The National Rifle Association has all but closed the tap of campaign spending, as money flowing from the gun rights organization to Republican candidates has dropped a whopping 90 percent this election cycle.
> The NRA has been a major donor to Republican candidates. The group poured $16 million to Republican candidates during the 2014 midterms, according to the Federal Election Commission, and a spent a whopping $54 million on Republicans in the 2016 cycle, with $32 million of that to elect President Donald Trump.
> McClatchy reports that the NRA has pledged just $1.6 million to Republicans this cycle, a mere 10 percent of its previous midterm spend. The report notes that the decline comes amid an FBI probe into whether the group illegally received Russian money to spend on the election.
The primary focus of the FBI investigation is Alexander Torshin, the Russian oligarch who is also top dog at the country’s central bank, and whether he funneled money through the NRA to help fund Trump’s 2016 campaign.
> A number of NRA officials have also been linked to Torshin's associate Maria Butina, who was indicted earlier this year for working as an agent of the Russian Federation. The NRA denied spending foreign cash on the election but admitted to accepting foreign donations for non-electoral campaigns, though the group has only admitted to receiving $2,513 in donations and membership dues from 23 Russian nationals since 2015.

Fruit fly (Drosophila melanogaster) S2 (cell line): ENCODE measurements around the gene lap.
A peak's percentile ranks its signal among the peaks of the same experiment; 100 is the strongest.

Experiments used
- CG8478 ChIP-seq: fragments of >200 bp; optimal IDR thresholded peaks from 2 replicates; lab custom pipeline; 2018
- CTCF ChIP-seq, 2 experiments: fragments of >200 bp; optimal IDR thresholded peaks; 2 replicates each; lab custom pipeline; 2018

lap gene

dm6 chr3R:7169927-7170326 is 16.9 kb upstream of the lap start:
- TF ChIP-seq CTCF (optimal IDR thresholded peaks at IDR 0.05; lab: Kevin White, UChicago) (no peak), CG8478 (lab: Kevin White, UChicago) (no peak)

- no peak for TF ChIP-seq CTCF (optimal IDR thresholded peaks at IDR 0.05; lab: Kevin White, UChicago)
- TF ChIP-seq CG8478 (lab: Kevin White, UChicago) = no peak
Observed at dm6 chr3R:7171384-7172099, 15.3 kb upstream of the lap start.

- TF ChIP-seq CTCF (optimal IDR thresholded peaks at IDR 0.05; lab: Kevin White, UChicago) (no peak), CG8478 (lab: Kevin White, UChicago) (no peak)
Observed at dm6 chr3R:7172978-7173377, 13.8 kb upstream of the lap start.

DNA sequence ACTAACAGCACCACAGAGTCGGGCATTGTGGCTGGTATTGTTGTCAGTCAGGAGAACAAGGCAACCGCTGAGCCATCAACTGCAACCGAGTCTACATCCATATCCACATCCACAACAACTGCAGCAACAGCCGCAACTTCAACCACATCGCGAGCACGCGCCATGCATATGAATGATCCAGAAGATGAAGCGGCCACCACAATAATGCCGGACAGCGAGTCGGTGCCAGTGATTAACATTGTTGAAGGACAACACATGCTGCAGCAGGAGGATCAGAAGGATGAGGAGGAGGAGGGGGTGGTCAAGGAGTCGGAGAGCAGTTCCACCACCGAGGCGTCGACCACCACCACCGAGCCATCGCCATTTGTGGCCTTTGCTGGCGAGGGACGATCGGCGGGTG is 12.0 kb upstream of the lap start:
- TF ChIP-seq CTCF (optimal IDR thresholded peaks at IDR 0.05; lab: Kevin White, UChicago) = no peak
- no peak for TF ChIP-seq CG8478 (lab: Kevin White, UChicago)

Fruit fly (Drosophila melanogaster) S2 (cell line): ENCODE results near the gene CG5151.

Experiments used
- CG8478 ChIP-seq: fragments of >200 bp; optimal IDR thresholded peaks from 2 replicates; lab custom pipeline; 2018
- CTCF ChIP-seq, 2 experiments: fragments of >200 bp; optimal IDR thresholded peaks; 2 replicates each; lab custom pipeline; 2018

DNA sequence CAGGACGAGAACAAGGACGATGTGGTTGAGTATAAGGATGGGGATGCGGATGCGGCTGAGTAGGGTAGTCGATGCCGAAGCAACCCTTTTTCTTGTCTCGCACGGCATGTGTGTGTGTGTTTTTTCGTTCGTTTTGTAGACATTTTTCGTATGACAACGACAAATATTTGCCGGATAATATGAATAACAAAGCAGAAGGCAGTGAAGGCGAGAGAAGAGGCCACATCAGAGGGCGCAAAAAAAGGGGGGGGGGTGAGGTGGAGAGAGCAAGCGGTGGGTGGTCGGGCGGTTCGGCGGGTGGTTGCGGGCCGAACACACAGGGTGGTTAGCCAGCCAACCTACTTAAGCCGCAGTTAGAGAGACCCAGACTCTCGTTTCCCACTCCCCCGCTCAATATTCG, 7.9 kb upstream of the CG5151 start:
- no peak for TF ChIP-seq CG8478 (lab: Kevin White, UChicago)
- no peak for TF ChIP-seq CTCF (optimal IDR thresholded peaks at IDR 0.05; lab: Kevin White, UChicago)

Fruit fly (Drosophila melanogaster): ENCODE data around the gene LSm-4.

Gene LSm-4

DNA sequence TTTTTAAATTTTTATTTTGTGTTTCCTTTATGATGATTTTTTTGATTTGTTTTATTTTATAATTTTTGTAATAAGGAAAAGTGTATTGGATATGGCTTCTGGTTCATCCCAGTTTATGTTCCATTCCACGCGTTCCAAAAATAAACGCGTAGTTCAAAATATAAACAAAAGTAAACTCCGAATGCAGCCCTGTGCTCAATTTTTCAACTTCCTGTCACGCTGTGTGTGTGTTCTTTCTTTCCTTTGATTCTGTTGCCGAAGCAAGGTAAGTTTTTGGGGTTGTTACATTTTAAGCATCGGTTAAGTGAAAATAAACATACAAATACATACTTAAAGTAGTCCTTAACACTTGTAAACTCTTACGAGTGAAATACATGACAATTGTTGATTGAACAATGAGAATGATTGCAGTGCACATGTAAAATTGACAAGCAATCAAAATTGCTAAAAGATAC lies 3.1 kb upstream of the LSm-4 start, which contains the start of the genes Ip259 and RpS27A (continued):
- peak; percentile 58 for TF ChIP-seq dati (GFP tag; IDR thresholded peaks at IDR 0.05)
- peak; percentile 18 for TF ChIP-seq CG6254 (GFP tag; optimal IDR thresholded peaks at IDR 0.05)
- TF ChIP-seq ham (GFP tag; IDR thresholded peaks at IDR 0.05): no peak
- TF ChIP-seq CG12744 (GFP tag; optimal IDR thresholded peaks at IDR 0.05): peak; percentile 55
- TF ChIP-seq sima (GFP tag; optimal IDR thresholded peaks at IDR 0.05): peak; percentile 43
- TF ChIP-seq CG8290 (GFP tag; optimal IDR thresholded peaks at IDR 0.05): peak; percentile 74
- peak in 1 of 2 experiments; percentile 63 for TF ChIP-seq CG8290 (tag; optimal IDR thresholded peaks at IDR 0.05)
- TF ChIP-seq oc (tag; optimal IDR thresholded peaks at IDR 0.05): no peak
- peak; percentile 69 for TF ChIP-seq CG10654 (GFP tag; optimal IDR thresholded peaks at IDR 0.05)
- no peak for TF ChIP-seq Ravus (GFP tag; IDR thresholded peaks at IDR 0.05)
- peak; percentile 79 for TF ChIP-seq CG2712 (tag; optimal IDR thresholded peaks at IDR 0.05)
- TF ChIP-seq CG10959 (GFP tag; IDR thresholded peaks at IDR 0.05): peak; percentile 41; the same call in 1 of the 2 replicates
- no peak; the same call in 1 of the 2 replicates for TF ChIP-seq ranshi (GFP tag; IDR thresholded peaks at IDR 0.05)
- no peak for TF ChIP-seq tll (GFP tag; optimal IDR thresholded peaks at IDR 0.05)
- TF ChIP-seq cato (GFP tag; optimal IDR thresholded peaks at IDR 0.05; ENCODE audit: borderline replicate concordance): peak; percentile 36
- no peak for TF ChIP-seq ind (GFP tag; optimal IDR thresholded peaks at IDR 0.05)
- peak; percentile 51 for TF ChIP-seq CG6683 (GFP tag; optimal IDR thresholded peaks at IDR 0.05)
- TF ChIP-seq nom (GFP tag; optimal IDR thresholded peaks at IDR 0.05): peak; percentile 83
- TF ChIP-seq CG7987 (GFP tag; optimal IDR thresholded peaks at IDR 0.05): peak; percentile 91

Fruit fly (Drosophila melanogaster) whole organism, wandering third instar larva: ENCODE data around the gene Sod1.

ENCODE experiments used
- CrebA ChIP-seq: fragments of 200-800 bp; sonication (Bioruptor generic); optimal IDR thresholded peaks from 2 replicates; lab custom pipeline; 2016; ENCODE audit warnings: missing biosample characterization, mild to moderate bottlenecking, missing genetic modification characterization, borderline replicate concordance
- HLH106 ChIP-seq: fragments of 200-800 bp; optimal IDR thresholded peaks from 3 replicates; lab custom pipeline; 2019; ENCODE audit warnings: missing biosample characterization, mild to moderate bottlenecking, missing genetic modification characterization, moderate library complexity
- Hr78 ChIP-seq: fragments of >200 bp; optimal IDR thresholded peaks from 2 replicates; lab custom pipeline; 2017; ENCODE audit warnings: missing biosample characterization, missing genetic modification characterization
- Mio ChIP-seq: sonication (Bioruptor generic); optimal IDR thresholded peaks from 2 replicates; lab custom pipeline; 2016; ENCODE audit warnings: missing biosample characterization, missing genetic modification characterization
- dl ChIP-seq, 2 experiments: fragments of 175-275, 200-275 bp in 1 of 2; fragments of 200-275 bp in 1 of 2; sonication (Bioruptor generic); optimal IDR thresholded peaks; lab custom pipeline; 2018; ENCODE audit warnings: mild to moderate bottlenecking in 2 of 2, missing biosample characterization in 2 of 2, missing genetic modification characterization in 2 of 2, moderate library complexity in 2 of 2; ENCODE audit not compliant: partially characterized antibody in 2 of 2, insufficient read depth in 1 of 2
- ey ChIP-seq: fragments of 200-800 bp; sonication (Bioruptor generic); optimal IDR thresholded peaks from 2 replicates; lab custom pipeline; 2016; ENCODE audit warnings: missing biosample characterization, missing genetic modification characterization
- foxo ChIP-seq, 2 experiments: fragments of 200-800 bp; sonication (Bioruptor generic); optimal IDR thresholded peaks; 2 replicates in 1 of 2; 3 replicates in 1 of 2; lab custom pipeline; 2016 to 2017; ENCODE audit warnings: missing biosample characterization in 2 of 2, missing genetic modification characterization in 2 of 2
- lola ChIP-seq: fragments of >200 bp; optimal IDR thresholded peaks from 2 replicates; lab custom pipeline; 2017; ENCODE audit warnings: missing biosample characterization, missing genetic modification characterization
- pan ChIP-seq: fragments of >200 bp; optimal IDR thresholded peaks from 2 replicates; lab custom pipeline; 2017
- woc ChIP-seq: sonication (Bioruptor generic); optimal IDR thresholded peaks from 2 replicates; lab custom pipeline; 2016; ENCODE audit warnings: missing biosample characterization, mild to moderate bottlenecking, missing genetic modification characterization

The report also notes that membership dues have fallen sharply since last year’s mass shooting at Marjory Stoneman Douglas High School in Parkland, Florida, which sparked a prolonged series of protests and renewed energy around the gun control movement.
> According to the Center for Responsive Politics, the NRA has reported a $35 million decline in dues.
> “While the NRA doesn’t have billions to spend, we have a formidable grassroots organization. Our strength has always been the tens of millions of NRA members and Second Amendment supporters who consistently go to the polls and vote for candidates who support our constitutional right to self defense,” the group said in a statement to McClatchy.
The organization is also in the midst of a legal battle with New York Governor Andrew Cuomo, saying in a lawsuit that Cuomo bullied banks and insurance companies into dropping the NRA, potentially forcing them to shut down certain aspects of their operations.
> The suit claimed Cuomo was behind a “concerted efforts to stifle the NRA’s freedom of speech” and warned that “it could be forced to shutter its multimillion-dollar television network, NRA TV, or a number of its print publications.” The lawsuit adds that without insurance, the NRA “cannot maintain its physical premises” or “convene off-site meetings and events.”